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Differences That Make A Difference: A Study In Collaborative Learning

Abstract Collaborative learning is a common teaching strategy in classrooms across age groups and content areas. It is important to measure and understand the cognitive process involved during collaboration to improve teaching methods involving interactive activities. This research attempted to answer the question: why do students learn more in collaborative settings? Using three measurement tools, 142 participants from seven different biology courses at a community college and at a university were tested before and after collaborating about the biological process of natural selection. Three factors were analyzed to measure their effect on learning at the individual level and the group level. The three factors were: difference in prior knowledge, se... (more)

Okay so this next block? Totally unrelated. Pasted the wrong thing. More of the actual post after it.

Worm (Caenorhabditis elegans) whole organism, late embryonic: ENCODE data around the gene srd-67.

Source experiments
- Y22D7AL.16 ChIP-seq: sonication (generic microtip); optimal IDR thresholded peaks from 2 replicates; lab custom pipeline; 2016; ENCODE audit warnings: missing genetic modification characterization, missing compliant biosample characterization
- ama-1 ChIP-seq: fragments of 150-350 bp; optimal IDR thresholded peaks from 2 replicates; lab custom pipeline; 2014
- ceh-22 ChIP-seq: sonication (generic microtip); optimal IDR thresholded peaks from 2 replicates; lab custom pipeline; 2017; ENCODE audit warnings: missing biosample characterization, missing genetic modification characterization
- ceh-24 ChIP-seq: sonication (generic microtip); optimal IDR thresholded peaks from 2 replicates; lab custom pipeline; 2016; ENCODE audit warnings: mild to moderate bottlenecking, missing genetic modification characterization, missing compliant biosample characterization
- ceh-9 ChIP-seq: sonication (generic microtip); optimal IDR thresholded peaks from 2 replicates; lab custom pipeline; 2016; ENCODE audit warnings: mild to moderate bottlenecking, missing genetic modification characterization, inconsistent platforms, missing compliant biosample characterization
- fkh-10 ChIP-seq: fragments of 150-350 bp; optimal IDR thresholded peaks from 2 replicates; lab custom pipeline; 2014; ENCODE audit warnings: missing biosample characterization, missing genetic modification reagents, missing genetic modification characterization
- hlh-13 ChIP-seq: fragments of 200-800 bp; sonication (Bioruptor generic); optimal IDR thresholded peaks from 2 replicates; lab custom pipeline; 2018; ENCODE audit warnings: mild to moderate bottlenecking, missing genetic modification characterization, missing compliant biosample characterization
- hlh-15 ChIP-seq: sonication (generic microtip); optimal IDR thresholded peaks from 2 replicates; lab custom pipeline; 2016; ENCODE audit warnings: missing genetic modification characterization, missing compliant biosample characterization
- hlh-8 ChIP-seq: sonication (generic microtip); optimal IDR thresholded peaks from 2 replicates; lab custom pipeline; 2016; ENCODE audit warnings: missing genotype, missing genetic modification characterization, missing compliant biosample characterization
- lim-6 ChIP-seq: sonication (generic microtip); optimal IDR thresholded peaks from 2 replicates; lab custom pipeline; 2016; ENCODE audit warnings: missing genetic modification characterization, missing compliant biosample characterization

Created Date 2012
Contributor Touchman, Stephanie (Author) / Baker, Dale (Advisor) / Rosenberg, Michael (Committee member) / Ganesh, Tirupalavanam (Committee member) / Arizona State University (Publisher)
Subject Science education / Cognitive psychology / Collaboration / Gender Differences / Mental Models / Natural Selection / Prior Knowledge / Religious Beliefs
Type Doctoral Dissertation
Extent 148 pages
Language English
Reuse Permissions All Rights Reserved
Note Ph.D. Curriculum and Instruction 2012
Collaborating Institutions Graduate College / ASU Library
Additional Formats MODS / OAI Dublin Core / RIS

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Description Dissertation/Thesis